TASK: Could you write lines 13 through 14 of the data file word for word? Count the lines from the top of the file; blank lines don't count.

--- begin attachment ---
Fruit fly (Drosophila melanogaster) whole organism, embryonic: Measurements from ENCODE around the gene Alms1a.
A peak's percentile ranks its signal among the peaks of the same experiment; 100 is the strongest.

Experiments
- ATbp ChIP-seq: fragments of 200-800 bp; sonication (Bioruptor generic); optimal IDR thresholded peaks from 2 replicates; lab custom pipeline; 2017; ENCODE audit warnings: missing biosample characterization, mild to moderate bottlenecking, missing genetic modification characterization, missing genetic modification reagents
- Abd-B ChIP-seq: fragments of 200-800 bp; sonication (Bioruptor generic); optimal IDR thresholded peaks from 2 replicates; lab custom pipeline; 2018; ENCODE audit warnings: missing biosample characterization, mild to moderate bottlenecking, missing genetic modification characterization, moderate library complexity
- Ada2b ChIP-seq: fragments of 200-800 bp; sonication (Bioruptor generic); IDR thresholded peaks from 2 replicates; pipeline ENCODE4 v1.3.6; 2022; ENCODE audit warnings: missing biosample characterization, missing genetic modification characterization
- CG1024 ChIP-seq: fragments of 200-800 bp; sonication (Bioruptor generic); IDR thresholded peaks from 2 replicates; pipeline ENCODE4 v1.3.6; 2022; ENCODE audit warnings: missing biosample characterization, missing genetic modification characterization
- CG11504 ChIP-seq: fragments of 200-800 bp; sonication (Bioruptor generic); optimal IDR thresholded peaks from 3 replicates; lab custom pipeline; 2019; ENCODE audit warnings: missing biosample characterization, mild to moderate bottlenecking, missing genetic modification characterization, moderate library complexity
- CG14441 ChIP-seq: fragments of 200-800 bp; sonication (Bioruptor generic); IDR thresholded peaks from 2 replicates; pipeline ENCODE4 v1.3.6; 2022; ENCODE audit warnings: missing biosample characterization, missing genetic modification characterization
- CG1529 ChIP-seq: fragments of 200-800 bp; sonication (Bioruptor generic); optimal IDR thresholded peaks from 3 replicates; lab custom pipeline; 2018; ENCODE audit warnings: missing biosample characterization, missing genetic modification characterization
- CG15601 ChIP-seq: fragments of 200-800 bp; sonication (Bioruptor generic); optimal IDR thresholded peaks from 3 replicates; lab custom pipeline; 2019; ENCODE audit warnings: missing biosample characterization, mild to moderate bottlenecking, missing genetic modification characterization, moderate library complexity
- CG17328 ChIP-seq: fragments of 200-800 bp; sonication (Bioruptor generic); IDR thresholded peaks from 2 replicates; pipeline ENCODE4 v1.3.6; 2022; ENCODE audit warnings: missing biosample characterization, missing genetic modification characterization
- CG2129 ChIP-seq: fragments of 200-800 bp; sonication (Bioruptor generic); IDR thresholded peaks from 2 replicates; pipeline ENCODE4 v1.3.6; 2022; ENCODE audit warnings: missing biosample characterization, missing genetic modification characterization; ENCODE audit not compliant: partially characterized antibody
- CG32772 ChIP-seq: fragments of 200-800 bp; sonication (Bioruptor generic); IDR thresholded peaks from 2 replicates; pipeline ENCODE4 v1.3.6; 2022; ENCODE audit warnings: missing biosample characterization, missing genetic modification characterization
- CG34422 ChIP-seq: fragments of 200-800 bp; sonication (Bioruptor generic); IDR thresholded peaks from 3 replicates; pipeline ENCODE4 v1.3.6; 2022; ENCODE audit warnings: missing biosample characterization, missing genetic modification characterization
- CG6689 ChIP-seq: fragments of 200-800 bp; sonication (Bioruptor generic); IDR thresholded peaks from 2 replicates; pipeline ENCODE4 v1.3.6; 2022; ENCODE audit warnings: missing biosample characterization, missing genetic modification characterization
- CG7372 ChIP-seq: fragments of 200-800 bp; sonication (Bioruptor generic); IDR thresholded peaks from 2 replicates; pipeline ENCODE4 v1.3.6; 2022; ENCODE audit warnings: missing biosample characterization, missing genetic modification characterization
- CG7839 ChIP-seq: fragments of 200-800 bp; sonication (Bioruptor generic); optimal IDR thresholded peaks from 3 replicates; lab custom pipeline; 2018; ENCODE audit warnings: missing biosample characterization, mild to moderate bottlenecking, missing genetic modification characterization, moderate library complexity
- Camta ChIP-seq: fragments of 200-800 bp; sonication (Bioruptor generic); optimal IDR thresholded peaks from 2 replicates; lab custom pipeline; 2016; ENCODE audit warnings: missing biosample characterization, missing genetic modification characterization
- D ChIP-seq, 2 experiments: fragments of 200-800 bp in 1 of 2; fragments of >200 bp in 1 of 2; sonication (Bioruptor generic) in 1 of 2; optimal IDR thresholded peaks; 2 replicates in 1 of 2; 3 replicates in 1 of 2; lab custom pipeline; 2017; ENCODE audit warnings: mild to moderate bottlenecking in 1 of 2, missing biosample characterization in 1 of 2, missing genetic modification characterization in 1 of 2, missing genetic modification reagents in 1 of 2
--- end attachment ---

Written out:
- CG2129 ChIP-seq: fragments of 200-800 bp; sonication (Bioruptor generic); IDR thresholded peaks from 2 replicates; pipeline ENCODE4 v1.3.6; 2022; ENCODE audit warnings: missing biosample characterization, missing genetic modification characterization; ENCODE audit not compliant: partially characterized antibody
- CG32772 ChIP-seq: fragments of 200-800 bp; sonication (Bioruptor generic); IDR thresholded peaks from 2 replicates; pipeline ENCODE4 v1.3.6; 2022; ENCODE audit warnings: missing biosample characterization, missing genetic modification characterization